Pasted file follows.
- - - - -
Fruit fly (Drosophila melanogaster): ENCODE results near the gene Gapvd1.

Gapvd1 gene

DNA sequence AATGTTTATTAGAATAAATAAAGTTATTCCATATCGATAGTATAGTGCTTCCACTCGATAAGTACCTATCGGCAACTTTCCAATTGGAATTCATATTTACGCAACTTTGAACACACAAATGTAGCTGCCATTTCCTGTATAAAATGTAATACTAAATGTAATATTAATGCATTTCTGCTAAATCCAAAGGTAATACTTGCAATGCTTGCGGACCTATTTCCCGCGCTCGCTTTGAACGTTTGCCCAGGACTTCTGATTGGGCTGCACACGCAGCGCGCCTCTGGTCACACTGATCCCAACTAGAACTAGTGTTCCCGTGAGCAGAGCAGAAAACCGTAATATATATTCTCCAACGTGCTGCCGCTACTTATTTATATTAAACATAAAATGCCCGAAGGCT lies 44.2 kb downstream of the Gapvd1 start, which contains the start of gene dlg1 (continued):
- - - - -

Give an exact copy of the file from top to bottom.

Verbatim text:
Fruit fly (Drosophila melanogaster): ENCODE results near the gene Gapvd1.

Gapvd1 gene

DNA sequence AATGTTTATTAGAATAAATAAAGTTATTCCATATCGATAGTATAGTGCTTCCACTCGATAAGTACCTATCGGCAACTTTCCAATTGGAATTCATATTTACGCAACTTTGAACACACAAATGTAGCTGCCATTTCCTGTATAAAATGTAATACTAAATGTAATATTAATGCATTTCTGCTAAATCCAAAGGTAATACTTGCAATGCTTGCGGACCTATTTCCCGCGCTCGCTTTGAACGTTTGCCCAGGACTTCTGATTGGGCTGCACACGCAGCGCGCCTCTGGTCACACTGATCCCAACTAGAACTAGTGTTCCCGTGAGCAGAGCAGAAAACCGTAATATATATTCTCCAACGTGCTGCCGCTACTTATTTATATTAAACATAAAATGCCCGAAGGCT lies 44.2 kb downstream of the Gapvd1 start, which contains the start of gene dlg1 (continued):